Lance Corporal George Hill (680/242256)

1/8th Bn, The Worcestershire Regiment, 144h Infantry Brigade, 48th Division, T.F., B.E.F.

Malvern Commemoration: St Matthias Malvern Link,

Burial/Commemoration: Bray Military Cemetery

Nature of Death: Killed in action at Templeux-le-Guerard, France 5/4/1917

Age: 30

Next of Kin: Son of Harry Hill of Anchor Cottage, Lower Howsell; husband of Elsie Hill of Brook Place, Upper Howsell, Malvern Link

Education: Malvern Link C.E. School

George Hill, was a pre-war member of Malvern’s C Coy, 8th Worcesters (which merged with D (Evesham) Company to form the new B Coy in 1914), enlisting at Malvern. He landed in France with the rest of the Battalion in April 1915, and was wounded in the Hebuterne trenches early in 1916. He was transferred to England, and on recovery was posted to the 2/7th Battalion, and served overseas with this unit (who landed in France for the first time in May 1916). In September of that year he found himself posted back to his old Battalion – the 1/8th – possibly due to being wounded once more, but needed as the Battalion had suffered so heavily from gas casualties in July.

He was present at fighting on the Somme around Le Sars and the Butte de Warlencourt in December and at the end of January he will have moved south to take over French trenches near Peronne. Hill was mortally wounded in a successful attack against German positions at Templeux-le-Guerard.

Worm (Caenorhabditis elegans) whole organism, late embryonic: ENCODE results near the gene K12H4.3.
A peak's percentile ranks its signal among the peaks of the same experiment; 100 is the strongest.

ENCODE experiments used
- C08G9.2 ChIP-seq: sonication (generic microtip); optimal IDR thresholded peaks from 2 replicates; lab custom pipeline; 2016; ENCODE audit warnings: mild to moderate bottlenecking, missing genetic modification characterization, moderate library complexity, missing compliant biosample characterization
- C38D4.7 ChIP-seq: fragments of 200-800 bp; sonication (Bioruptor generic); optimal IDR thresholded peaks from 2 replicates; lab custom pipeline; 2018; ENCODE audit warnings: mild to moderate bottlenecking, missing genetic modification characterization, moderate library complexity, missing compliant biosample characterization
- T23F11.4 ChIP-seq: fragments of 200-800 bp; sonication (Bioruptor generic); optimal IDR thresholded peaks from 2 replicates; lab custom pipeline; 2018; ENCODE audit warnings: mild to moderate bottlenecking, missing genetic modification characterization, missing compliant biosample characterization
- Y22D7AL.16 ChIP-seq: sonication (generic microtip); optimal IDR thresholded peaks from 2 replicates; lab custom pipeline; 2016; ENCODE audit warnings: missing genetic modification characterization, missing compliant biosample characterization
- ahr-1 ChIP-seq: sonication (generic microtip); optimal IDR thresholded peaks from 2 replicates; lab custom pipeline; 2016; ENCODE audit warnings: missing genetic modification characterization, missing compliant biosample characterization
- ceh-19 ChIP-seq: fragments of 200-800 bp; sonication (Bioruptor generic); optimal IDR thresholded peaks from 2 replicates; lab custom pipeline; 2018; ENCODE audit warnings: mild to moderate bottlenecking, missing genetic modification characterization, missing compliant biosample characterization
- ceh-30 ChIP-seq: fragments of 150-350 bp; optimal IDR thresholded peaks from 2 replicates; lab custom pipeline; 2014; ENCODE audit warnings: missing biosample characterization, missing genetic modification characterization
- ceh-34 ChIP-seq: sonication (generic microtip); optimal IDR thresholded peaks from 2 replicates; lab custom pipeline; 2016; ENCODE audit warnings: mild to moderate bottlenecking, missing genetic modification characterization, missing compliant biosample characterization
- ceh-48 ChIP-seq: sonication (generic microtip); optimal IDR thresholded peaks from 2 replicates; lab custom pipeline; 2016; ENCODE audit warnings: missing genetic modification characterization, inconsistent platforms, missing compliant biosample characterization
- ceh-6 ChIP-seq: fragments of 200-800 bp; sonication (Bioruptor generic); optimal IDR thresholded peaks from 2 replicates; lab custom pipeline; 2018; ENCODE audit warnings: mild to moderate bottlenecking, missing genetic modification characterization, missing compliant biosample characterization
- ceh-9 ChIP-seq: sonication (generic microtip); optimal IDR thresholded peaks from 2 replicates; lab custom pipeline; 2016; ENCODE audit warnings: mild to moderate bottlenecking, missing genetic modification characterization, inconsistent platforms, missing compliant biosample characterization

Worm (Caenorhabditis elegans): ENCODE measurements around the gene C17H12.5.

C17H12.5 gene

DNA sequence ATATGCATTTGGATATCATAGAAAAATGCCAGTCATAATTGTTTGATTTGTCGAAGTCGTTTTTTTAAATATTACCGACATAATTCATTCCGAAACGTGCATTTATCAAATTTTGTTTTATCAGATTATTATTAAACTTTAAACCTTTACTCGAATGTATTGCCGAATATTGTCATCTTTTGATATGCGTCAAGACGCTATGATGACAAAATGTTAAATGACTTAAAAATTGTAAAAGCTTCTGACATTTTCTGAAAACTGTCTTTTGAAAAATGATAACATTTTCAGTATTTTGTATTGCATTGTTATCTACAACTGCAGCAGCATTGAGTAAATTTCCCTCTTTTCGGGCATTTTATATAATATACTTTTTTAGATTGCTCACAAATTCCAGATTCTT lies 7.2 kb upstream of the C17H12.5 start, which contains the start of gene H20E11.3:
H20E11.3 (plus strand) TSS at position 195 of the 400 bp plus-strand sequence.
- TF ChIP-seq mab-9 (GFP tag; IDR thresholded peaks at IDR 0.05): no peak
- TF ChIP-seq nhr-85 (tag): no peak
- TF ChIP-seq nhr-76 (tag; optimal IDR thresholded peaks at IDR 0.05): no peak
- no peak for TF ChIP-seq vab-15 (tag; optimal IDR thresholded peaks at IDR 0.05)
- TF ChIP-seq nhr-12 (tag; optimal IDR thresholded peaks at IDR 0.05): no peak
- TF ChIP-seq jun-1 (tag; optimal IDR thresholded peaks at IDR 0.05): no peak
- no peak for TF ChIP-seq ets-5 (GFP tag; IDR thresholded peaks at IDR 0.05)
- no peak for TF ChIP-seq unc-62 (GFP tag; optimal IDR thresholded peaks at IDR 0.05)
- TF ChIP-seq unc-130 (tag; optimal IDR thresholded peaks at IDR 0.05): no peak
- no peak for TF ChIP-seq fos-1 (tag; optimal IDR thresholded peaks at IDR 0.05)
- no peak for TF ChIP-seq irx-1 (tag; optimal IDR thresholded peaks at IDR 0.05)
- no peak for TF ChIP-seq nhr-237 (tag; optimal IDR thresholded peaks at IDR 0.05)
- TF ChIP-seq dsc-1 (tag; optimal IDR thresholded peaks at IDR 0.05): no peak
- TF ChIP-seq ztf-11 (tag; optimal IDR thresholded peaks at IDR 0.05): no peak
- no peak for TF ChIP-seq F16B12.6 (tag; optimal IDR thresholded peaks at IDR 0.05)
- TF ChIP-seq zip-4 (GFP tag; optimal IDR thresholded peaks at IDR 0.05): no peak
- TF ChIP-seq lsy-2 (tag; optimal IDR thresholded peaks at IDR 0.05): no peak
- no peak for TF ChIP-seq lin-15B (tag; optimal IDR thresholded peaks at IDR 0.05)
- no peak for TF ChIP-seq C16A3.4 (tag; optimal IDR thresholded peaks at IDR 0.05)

Mrs George Hill of Howsell Road, received the a letter from Captain H L Newman, Worcestershire Regiment: “I feel I must write to you to express my sympathy on the death of your husband in action on the 5th April. L/Cpl Hill was one of the few remaining men who mobilised with me at the beginning of the War, and I was pleased to see him return to the Company at the end of last September. Always cheery and ready to look on the best side of things, I found him a very useful NCO while I commanded ‘B’ Company. Though I have not seen him lately, I always remember him as one of the old Malvern section. Believe me when I tell you I feel his loss very much and please accept my deepest sympathy. As you probably know, he died gallantly in action which was entirely successful and that at least must be some consolation to you.”

Read more about the German retreat to the Hindenburg Line.

George Hill's headstone

George Hill’s headstone

Malvern News 5/5/17

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